While every poll predicted Bernie Sanders would win in New Hampshire, not every poll predicted he would crush Hillary.
New Hampshire delivered a painful, personal, blow to Hillary Clinton, who squeezed out the narrowest of victories in Iowa last week mostly by virtue of her statistically improbable winning of six of seven tie-breaking coin tosses. The scale of her defeat in New Hampshire — by more than 20 points — is fueling internal dissent in her campaign and complaints by Democrats that her faux posing as a “progressive” is no match for Sanders’ bona fide passion, which has inspired younger Democratic voters.
The loss was especially rough because New Hampshire has long been kind to the Clintons. It’s the state that made Bill Clinton the “comeback kid” in 1992. And Hillary Clinton beat Barack Obama there in 2008, salvaging her campaign for awhile after a third-place showing in Iowa.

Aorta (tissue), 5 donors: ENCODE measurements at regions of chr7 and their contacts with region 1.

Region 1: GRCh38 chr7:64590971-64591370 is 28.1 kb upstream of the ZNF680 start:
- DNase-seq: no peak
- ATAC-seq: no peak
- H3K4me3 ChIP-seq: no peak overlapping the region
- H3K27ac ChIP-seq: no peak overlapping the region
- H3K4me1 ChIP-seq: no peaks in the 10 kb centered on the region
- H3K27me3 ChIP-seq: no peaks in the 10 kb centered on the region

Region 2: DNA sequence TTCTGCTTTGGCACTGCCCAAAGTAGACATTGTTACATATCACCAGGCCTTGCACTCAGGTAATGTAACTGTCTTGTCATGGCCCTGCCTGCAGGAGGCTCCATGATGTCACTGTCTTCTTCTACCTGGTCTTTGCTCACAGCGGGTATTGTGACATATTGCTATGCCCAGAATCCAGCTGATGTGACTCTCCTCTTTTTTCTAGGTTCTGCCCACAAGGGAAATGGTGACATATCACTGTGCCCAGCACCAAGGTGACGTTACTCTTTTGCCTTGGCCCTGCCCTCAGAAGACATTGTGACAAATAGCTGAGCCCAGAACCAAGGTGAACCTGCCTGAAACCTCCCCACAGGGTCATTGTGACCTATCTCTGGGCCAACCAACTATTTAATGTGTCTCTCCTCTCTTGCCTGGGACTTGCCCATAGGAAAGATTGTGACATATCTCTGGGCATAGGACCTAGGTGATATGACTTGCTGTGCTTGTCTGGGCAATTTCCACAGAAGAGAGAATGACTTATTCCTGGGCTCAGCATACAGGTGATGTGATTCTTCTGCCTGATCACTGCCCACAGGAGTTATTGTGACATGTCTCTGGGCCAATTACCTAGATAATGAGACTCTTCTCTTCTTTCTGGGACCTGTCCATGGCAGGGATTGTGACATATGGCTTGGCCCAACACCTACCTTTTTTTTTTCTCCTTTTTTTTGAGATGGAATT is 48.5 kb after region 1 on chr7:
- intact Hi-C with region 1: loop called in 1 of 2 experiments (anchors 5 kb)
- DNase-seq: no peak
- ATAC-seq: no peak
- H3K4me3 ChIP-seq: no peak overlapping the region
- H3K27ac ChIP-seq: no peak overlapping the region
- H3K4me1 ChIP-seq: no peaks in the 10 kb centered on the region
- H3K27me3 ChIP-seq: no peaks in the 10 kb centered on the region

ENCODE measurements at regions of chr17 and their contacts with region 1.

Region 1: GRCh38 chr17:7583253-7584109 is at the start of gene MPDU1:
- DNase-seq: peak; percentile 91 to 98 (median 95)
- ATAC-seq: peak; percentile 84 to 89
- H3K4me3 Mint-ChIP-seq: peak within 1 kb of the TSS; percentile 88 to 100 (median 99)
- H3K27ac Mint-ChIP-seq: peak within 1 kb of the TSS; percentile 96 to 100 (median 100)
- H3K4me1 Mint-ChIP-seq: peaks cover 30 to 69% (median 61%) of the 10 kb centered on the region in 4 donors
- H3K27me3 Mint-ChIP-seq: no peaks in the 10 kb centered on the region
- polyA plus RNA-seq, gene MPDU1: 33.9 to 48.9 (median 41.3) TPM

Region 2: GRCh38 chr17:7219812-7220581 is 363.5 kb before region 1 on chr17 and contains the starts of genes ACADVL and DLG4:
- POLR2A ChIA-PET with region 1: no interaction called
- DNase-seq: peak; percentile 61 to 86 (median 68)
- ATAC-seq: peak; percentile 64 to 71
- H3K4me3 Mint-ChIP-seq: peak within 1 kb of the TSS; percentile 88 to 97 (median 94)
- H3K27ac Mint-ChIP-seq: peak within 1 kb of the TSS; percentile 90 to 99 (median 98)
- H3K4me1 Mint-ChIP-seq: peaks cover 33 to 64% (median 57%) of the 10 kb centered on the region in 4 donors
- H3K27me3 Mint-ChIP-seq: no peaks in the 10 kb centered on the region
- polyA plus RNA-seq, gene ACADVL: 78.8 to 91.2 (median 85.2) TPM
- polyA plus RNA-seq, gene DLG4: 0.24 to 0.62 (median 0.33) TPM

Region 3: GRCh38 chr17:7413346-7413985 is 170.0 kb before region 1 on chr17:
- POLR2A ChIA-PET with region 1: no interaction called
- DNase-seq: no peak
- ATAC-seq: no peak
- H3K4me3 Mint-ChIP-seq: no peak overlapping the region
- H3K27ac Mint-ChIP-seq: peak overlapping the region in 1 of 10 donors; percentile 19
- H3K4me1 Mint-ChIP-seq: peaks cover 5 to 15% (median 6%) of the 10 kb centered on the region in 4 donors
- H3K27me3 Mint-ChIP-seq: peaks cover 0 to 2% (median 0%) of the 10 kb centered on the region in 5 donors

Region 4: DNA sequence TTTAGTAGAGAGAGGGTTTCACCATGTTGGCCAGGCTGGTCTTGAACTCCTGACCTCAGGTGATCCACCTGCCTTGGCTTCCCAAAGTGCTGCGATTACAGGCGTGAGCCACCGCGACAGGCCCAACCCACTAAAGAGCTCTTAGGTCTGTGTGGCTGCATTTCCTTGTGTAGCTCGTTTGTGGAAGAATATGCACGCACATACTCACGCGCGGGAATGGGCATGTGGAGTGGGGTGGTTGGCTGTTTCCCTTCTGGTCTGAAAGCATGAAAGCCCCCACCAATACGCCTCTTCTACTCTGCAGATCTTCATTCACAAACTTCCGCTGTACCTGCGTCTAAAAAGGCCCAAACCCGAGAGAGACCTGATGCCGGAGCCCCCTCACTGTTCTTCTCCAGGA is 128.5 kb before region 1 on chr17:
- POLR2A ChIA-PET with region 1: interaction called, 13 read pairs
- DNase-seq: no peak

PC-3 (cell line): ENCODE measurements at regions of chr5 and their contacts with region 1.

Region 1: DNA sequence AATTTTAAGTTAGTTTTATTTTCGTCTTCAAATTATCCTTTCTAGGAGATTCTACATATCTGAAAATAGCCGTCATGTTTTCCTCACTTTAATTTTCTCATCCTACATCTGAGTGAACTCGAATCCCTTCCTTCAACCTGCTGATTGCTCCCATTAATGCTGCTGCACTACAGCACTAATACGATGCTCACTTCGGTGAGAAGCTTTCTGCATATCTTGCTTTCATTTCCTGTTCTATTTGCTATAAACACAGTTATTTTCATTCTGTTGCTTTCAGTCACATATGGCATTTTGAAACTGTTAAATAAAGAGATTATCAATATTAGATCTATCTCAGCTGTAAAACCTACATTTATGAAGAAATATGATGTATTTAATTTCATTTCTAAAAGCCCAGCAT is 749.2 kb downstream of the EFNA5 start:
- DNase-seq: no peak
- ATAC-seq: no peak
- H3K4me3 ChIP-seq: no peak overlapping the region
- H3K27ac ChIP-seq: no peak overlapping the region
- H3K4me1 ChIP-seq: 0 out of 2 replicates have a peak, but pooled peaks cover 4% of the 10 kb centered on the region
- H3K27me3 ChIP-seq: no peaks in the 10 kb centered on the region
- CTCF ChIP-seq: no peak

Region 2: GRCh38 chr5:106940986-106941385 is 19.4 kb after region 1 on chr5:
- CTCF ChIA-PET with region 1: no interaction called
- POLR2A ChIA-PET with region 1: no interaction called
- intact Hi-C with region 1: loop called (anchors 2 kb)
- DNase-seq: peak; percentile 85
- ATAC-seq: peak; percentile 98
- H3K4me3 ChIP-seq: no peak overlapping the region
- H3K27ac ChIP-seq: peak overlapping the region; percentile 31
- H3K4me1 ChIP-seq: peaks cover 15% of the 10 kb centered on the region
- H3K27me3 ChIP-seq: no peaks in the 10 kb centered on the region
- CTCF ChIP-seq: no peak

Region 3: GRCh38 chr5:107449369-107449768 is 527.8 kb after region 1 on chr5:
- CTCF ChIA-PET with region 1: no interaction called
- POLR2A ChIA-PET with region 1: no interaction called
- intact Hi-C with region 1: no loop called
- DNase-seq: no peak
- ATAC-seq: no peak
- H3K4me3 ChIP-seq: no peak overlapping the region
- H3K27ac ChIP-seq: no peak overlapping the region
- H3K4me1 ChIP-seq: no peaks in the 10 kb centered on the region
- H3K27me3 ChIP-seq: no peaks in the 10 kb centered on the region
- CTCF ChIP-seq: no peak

Looking ahead, the details of Sanders’ win are also significant.
Bernie beat The Hillary Machine among nearly every demographic group, according to exit polls.
He carried majorities of both men and women. He won among those with and without college degrees. He won among gun owners and non-gun owners. He beat Clinton among previous primary voters and those participating for the first time. And he ran ahead among both moderates and liberals.
Clinton’s big win category? She did carry voters in families earning over $200,000 per year.